A letter postmarked 1830 and written by the captain of a
whaling ship in Otago Harbour is one of many postal artefacts
in a Dunedin collector's exhibit which recently won a gold
medal at the 2013 Braziliana World Stamp Exhibition in Rio de
And Greg Francis said the best part was, he did not even have
to leave his armchair at home to do it.
The 73-year-old Dunedin man said his collection was made up
of envelopes and letters which were sent long before the
postage stamp was introduced.
It was a hobby he started as an 8-year-old and he now has a
rare collection which is recognised around the world.
Mr Francis said the whaling ship letter was one of his
earliest examples of postage in Otago.
It was from the captain of the United States whaling ship
Columbus which had just harpooned a southern right whale near
the entrance to Otago Harbour, and praised the ship's new
The letter was addressed to the vessel's owners, and was
passed from the Columbus to another whaling ship which
was headed back to the United States, he said.
Mr Francis also has an envelope with a postmark September 16,
1848; Otakou, New Zealand.
He said the letter was sent on the third immigrant ship
Blundell from the United Kingdom and was bound for a
Nelson address, but had to pass through Otago because it was
the ship's first port of call from the northern hemisphere.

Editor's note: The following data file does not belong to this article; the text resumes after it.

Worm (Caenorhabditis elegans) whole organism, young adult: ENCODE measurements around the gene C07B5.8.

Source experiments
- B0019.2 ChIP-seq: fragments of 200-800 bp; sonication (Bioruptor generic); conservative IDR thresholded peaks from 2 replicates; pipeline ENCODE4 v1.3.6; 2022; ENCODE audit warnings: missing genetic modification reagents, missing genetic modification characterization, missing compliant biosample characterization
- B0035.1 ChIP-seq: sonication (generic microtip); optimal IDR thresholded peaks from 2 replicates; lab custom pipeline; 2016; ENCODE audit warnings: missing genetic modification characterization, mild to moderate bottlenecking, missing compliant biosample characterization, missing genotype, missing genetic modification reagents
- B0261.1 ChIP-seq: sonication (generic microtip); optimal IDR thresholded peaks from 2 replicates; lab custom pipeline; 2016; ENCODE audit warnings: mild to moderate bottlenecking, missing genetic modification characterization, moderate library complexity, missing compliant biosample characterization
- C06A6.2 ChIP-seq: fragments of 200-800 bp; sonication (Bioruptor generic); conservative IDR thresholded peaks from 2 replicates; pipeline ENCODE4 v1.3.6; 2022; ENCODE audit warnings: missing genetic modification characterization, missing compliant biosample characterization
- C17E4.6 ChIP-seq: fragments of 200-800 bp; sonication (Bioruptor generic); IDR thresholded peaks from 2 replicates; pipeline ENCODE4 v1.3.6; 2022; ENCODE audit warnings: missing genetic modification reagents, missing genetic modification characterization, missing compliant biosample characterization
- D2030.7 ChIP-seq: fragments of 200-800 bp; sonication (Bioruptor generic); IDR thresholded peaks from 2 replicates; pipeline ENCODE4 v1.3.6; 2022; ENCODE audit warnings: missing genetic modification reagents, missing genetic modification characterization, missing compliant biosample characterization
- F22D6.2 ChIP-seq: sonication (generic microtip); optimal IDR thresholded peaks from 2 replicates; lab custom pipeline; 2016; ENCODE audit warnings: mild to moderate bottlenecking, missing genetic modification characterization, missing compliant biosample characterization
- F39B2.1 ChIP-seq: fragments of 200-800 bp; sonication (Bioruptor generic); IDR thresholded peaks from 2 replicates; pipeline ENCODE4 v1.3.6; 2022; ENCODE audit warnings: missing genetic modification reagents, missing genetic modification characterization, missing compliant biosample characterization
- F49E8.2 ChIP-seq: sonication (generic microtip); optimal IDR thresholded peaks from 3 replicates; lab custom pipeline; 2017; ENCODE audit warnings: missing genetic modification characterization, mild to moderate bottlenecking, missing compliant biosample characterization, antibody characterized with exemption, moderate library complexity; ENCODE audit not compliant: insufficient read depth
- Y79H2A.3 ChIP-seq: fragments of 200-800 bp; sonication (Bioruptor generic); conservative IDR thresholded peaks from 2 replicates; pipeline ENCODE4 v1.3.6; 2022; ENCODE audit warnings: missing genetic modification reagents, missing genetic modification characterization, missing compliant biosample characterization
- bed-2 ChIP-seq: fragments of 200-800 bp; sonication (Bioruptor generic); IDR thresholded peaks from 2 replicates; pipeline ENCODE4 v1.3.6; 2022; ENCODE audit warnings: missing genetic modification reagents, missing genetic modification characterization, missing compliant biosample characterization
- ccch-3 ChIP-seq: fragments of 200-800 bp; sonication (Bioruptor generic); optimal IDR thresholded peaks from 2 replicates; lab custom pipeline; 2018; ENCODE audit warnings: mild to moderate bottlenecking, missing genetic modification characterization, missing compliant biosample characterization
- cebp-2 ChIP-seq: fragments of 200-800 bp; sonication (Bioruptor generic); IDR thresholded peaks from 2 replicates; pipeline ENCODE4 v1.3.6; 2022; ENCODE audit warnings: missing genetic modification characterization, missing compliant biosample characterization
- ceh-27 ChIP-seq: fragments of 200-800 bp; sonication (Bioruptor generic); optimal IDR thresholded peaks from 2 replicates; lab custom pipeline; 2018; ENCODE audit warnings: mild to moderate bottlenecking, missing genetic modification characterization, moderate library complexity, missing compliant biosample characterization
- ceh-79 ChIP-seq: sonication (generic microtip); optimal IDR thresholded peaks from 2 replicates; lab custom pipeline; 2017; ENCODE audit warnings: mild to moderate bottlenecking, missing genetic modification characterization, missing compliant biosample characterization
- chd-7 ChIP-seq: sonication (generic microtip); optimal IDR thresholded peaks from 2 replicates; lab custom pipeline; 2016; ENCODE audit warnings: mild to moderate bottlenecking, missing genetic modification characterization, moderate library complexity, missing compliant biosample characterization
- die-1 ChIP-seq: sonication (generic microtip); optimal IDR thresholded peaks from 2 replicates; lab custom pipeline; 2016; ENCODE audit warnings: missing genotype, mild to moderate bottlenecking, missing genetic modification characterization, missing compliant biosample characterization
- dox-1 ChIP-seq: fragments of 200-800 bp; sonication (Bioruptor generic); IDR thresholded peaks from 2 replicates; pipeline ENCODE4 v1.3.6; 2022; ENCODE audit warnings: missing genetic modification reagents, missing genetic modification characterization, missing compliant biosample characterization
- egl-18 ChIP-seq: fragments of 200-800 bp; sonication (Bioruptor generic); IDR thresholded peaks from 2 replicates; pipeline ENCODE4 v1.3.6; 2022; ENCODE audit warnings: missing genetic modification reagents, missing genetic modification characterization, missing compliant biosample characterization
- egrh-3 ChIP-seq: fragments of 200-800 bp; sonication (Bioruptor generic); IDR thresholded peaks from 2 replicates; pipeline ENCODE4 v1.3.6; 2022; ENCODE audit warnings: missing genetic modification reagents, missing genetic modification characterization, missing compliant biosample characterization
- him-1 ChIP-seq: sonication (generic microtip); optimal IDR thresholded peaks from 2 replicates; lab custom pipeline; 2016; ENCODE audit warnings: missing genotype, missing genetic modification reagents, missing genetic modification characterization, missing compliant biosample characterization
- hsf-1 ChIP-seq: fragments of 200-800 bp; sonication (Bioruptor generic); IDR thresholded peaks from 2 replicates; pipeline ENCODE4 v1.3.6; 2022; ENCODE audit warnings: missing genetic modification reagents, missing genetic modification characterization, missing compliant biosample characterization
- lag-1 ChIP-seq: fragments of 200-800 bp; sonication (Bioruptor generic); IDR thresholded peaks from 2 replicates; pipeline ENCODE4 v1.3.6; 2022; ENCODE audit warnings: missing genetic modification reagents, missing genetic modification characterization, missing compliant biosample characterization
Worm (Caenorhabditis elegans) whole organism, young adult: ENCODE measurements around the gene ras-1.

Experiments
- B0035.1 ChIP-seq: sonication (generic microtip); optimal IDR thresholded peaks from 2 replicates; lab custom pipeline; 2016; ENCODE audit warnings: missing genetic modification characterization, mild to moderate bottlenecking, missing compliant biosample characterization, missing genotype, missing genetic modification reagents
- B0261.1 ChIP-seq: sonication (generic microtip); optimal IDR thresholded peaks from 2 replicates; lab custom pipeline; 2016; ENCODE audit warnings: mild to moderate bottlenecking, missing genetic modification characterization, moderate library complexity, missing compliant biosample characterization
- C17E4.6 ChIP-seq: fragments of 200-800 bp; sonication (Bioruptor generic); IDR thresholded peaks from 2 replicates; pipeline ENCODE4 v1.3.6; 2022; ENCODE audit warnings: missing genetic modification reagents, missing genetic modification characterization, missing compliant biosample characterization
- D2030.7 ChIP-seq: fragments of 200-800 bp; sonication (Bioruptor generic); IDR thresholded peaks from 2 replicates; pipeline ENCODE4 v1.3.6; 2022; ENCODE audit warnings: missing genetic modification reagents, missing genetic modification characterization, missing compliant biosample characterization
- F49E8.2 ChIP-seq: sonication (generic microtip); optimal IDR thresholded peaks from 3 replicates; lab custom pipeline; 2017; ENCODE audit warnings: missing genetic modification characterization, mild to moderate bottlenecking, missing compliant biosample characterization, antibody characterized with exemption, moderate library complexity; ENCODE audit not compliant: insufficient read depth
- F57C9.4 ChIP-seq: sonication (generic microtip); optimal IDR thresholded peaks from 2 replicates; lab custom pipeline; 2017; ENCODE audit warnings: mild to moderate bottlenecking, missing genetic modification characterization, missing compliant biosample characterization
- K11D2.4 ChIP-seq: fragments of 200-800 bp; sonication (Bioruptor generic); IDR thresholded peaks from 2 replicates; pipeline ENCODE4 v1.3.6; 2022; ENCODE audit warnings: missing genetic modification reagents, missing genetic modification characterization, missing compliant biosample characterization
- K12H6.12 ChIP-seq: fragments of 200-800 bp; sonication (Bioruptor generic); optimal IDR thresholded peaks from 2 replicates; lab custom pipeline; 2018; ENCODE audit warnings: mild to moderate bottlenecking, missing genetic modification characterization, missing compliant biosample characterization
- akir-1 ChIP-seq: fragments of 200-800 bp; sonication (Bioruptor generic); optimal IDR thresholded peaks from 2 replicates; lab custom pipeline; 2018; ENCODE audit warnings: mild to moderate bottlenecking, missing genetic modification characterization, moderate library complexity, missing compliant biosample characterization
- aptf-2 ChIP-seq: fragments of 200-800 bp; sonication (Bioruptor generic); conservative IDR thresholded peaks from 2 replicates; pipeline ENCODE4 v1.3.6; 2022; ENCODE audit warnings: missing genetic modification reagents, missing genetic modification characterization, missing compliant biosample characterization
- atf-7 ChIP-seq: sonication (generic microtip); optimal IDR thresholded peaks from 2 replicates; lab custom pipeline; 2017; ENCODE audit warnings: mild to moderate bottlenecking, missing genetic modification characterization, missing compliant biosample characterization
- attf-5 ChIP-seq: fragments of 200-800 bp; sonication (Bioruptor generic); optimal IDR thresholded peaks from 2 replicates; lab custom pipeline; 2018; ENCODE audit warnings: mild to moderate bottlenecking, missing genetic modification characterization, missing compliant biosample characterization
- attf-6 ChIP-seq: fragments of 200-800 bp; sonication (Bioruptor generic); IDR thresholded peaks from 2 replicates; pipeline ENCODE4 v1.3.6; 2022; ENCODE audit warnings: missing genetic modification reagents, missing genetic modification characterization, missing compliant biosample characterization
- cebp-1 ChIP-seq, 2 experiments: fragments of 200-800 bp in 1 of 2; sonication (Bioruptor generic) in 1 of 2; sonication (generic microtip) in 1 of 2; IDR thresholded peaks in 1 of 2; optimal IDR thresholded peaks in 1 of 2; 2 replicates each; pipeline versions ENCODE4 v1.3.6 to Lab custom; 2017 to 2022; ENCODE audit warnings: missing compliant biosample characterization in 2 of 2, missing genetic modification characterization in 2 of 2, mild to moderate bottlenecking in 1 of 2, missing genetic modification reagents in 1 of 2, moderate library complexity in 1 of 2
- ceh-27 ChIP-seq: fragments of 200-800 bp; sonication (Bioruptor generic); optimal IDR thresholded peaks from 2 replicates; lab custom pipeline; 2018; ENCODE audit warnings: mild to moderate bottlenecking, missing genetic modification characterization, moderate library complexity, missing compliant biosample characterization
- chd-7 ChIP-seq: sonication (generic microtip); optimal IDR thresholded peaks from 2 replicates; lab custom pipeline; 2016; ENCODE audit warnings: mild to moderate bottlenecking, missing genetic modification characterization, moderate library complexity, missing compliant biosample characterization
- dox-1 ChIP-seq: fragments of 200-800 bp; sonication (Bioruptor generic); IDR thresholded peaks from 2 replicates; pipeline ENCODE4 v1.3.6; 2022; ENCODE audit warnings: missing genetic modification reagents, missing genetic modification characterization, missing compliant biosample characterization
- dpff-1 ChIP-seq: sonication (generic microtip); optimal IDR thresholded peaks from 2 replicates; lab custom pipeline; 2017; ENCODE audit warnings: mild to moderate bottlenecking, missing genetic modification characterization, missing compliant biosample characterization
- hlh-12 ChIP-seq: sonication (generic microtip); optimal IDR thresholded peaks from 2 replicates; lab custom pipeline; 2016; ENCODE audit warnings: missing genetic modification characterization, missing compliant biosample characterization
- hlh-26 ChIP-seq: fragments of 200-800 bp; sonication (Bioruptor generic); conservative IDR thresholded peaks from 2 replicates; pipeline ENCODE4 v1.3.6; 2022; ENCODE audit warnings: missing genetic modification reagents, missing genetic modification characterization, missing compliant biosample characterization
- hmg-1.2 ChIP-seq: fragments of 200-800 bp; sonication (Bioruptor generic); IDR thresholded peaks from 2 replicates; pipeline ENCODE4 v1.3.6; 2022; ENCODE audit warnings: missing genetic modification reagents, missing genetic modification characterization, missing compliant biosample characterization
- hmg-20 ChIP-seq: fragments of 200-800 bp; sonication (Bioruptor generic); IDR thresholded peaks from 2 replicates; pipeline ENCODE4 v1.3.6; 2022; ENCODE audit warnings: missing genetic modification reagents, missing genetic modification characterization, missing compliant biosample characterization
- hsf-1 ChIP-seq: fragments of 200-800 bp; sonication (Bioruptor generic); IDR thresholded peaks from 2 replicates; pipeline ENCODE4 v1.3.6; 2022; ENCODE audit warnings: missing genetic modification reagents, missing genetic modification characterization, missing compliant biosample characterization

The letter is one of the earliest known examples of letters
sent through the region before it was renamed Otago.
He also has what is believed to be the only known envelope
addressed to Gabrielle's Gully.
The letters and envelopes were among many rare postmarked
articles in his 120-page exhibit, which he had couriered to
the exhibition in Rio de Janeiro last month.
He said he had been to many exhibitions, including those in
Finland, Istanbul and Seoul, but did not attend this year's.
He was one of only four collectors from New Zealand, and one
of about 1000 collectors from around the world, who were
selected to show his work at the World Stamp Exhibition this
There was great delight when he learned his exhibit had
earned him a gold medal.
It was one of five gold medals he had won at world
exhibitions over the years, he said.
''It's taken me a lifetime to win these. It's not easy.
''Quite a lot of effort goes into it. It can cost tens of
thousands of dollars to buy artefacts for exhibits.''
Sadly, Mr Francis said it was probably the last time he would
submit his collection in a world exhibition.
The reason? He has done his job too well.
''There's very little left to collect that I need for the
''It would be very difficult to improve it.''